Be Still

Chris Priestley

I’m standing in the driveway of the house where we used to live in Norfolk

It’s morning and there’s been a sharp frost. The gravel beneath my boots is bonded together by ice. The sky is pale grey. The air is cold in my throat. I see my breath rise up in visible wisps.

And then the barn owl floats in on my left side.

Not just silently, but broadcasting silence – like another thing might scatter sound.

I tell myself to be still, then, as it flutters past, it turns its face and looks straight at me; palely beautiful and inscrutable.

It’s only interest in me is in assessing any potential threat I pose and it quickly decides I am of no interest at all.

I watch it floating away across the lawn, past our arthritic old apple trees, and on towards the dirt track leading up to the…

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Wyrd Daze

a sonic painting by Eph

1 Alexia Avina – Inner Garden
2 numün -Tranceport
3 Ela Minus – Close (feat. Helado Negro)
4 Polypores – Foil
5 Maarja Nuut and Ruum – World Inverted
6 Salvatore Mercatante – Foundation Eight: The Question of Obstinacy
7 LAL – Meteors Could Come Down
8 Johnny Woods – Cube Of Worship

Special thanks to thatSFXguy on YouTube for his excellent collection of film and tv sound effects.

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Remapping Cultural Hauntology: An American Perspective

Mediated Signals

The first three releases on the Ghost Box label

Since 2005, when Simon Reynolds and Mark Fisher first used the term “hauntology” to describe the music being released on the Ghost Box label and by fellow travelers working in a similar vein, the word has gone fractal. What I mean by this, is that it has taken on new shades of meaning without losing its original sense. Although the term is admittedly sometimes misused, in general this seems to be one of those rare cases where a word moves from academia into the wider (albeit still somewhat fringe) culture, and becomes all the richer for it. As part of this evolution, thousands of pages have been written during the last decade or so on the implications of hauntology in the context of popular culture. But within the more casual discourse of social media and the blogosphere, the word has come…

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Wyrd Daze Seven: Hookland

Wyrd Daze

Best experienced in the PDF zine

The Broken Oak, Damsel’s Cross

Some taverns tell their tales in the free public library of swinging signs. Some like The Broken Oak will only give up their strange stories if you venture inside. While its name and sign is simple memorial to a lightning-tortured tree that once stood on the village green, once inside, the establishment offers a unique look at old method of dealing with troublesome spirits. For the price of a pint, you can take a look at its perpetually locked ‘ghost room’.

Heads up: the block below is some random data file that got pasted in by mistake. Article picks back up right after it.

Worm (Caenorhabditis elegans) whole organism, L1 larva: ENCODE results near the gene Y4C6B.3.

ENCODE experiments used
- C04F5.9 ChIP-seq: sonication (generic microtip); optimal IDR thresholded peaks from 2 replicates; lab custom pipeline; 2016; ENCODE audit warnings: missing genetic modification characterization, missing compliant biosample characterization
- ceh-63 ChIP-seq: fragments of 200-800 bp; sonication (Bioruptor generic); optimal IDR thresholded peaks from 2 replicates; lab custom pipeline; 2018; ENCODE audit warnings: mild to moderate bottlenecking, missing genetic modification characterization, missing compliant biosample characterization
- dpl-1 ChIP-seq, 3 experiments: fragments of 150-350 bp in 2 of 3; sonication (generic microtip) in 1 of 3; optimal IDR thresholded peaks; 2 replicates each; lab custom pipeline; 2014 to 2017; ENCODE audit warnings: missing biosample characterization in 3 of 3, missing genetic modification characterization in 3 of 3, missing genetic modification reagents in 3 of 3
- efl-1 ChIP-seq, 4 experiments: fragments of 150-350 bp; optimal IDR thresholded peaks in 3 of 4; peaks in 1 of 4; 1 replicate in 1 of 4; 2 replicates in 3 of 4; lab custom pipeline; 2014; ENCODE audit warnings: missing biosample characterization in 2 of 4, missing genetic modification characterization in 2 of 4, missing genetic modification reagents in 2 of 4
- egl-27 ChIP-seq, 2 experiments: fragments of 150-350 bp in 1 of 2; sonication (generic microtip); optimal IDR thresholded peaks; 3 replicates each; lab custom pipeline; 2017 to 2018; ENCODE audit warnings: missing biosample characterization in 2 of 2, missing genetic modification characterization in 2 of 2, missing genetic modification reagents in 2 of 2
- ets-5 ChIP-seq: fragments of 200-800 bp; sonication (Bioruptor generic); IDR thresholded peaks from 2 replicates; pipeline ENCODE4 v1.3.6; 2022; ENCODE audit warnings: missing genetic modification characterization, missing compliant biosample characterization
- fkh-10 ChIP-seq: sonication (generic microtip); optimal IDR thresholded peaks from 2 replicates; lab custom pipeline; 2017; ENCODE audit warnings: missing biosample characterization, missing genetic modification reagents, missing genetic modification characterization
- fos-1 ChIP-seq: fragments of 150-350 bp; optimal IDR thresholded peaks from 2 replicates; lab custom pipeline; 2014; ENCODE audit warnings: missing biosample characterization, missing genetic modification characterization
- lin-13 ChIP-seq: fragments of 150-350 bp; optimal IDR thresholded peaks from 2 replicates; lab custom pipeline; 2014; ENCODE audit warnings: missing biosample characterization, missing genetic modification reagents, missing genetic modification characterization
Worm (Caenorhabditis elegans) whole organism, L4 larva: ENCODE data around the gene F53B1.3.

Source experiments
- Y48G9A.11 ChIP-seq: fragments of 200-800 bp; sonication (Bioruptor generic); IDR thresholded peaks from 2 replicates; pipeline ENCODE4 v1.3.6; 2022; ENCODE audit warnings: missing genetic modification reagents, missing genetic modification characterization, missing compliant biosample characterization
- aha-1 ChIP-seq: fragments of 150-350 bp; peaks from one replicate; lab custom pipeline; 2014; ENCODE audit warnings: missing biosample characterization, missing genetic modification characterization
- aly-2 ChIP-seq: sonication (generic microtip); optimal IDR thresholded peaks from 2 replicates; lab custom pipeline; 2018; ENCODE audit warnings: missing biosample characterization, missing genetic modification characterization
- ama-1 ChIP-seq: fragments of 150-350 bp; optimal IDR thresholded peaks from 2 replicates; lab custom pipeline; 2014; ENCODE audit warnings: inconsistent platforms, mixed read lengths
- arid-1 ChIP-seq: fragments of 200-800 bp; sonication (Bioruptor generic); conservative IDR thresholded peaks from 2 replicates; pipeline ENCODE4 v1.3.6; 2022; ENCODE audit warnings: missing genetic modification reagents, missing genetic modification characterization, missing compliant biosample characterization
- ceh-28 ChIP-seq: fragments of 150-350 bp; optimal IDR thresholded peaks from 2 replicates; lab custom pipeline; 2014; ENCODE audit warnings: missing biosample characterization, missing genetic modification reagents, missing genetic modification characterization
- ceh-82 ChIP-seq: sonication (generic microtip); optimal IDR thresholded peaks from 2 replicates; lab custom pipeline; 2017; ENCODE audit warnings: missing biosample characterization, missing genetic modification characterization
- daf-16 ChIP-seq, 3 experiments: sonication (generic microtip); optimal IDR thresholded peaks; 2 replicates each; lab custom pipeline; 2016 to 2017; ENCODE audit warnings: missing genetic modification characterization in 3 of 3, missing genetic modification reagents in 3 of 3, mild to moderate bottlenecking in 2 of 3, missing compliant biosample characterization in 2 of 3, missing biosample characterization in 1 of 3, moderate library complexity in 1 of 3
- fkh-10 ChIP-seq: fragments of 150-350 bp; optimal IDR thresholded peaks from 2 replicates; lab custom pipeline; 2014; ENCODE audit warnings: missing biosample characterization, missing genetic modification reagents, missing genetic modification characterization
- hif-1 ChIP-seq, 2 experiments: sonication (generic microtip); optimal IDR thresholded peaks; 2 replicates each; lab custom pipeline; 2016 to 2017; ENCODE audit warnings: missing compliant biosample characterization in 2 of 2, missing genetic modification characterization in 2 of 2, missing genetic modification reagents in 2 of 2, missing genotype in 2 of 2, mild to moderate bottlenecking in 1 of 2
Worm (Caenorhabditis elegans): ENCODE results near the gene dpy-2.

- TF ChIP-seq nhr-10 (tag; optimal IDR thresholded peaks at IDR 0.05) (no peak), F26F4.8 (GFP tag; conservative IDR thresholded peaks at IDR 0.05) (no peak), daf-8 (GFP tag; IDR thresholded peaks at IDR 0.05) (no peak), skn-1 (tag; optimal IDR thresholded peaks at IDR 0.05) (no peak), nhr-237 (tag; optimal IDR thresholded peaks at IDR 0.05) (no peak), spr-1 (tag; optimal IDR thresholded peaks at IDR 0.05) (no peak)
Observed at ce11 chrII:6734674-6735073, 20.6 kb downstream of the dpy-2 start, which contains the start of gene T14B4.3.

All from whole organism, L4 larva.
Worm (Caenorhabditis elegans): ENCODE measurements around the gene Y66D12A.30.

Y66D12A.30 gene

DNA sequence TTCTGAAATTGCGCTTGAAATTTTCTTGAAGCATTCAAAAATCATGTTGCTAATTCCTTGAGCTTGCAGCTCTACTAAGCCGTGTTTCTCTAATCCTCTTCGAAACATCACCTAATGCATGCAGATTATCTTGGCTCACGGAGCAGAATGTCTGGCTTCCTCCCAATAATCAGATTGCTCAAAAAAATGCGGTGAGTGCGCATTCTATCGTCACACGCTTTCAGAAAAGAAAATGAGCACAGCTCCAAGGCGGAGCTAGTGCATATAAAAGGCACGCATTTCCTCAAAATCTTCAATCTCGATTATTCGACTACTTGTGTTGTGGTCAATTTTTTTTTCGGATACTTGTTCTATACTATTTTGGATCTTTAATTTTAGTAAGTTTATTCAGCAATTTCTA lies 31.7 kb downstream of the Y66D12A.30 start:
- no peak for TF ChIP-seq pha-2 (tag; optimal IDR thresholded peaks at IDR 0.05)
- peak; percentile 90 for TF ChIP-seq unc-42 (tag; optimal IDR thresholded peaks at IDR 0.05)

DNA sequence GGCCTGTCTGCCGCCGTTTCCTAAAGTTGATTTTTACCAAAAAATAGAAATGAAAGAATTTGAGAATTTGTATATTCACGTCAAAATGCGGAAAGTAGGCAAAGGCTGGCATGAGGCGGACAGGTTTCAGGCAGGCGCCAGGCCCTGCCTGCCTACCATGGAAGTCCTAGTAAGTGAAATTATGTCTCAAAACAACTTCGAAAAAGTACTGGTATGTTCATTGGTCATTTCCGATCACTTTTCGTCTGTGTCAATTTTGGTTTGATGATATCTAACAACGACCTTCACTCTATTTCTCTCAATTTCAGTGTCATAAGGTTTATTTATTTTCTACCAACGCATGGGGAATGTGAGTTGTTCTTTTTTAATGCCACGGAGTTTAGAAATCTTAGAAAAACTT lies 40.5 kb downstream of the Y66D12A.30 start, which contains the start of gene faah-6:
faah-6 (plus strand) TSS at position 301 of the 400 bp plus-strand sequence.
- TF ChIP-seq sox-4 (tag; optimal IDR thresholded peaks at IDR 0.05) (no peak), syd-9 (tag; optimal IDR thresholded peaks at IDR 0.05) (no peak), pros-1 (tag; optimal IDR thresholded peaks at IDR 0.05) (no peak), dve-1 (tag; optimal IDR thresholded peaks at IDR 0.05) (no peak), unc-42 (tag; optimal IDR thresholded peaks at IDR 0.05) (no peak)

In the late 18th century, The Broken Oak was so troubled by an unruly spirit that scratched and scarred both the landlord’s wife, her young maid and several of its patrons, that a ghost-layer was called. When the sanctions of the Church of England were unable to end the spiritual terror, the services of the cunning folk were…

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The Burial Ground

burial ground (4)

Not far from my old neighborhood is a burial ground, the site of a mass grave for settlers who did not survive the first part of the journey inland. Some succumbed to cholera, some to a poisoned well, some to the harsh conditions at Carlschafen, on the bay.

Sometimes I would walk here at night, well aware that my ancestors’ journey could have ended in this place. The ones who remain don’t even have a plaque to mark their names. They are all but forgotten.

The sense of any presence is vague and thin, as if the place is determined to forget its own history too. But who can say? Perhaps this cat sees more than I  do.

Brief Thoughts on David Lynch

Corse Present

Lynch’s films are often thought of as being dreamlike but he seems to have a very particular way of presenting such dream scenarios in his work. Here, I’m thinking about the LA trilogy, Lost Highway, Mulholland Drive and Inland Empire. In the first two in particular there seems to be a dichotomy between the dream world and the real, diurnal world. But it is important to note that there is no ‘real’ in a film – it is all fiction – and Lynch is very aware of this. In fact, he will play with the audience by exploiting the way in which we invest in the apparent ‘reality’ that is presented in a film. One way in which he does this is by using certain noir elements to hoodwink the viewer into buying in to a narrative structure. In Mulholland Drive, the quest to discover ‘Rita’s’ past…

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